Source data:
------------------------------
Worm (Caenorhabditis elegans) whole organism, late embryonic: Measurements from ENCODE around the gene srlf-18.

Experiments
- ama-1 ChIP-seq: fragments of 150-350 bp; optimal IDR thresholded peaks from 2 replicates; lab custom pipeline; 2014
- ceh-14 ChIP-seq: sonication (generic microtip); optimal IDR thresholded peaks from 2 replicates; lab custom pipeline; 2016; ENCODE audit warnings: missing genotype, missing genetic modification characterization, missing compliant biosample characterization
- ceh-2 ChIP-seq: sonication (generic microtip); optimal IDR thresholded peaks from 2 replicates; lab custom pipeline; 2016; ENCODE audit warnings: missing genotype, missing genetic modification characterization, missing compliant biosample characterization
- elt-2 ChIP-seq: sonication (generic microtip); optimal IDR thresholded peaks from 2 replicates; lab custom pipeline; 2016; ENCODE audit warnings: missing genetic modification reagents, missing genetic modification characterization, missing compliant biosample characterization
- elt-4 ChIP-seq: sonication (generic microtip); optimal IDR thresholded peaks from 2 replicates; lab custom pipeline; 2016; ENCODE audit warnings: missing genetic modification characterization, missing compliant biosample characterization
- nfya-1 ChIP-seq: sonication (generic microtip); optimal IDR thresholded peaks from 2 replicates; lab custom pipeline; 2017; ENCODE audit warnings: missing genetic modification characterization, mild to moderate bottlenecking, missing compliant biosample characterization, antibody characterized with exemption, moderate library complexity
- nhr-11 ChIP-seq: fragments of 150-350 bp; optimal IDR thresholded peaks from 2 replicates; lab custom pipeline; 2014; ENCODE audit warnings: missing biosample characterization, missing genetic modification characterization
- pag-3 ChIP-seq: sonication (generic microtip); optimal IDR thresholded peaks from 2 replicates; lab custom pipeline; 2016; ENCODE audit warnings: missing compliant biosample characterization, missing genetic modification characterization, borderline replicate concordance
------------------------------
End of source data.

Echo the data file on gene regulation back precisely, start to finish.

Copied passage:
Worm (Caenorhabditis elegans) whole organism, late embryonic: Measurements from ENCODE around the gene srlf-18.

Experiments
- ama-1 ChIP-seq: fragments of 150-350 bp; optimal IDR thresholded peaks from 2 replicates; lab custom pipeline; 2014
- ceh-14 ChIP-seq: sonication (generic microtip); optimal IDR thresholded peaks from 2 replicates; lab custom pipeline; 2016; ENCODE audit warnings: missing genotype, missing genetic modification characterization, missing compliant biosample characterization
- ceh-2 ChIP-seq: sonication (generic microtip); optimal IDR thresholded peaks from 2 replicates; lab custom pipeline; 2016; ENCODE audit warnings: missing genotype, missing genetic modification characterization, missing compliant biosample characterization
- elt-2 ChIP-seq: sonication (generic microtip); optimal IDR thresholded peaks from 2 replicates; lab custom pipeline; 2016; ENCODE audit warnings: missing genetic modification reagents, missing genetic modification characterization, missing compliant biosample characterization
- elt-4 ChIP-seq: sonication (generic microtip); optimal IDR thresholded peaks from 2 replicates; lab custom pipeline; 2016; ENCODE audit warnings: missing genetic modification characterization, missing compliant biosample characterization
- nfya-1 ChIP-seq: sonication (generic microtip); optimal IDR thresholded peaks from 2 replicates; lab custom pipeline; 2017; ENCODE audit warnings: missing genetic modification characterization, mild to moderate bottlenecking, missing compliant biosample characterization, antibody characterized with exemption, moderate library complexity
- nhr-11 ChIP-seq: fragments of 150-350 bp; optimal IDR thresholded peaks from 2 replicates; lab custom pipeline; 2014; ENCODE audit warnings: missing biosample characterization, missing genetic modification characterization
- pag-3 ChIP-seq: sonication (generic microtip); optimal IDR thresholded peaks from 2 replicates; lab custom pipeline; 2016; ENCODE audit warnings: missing compliant biosample characterization, missing genetic modification characterization, borderline replicate concordance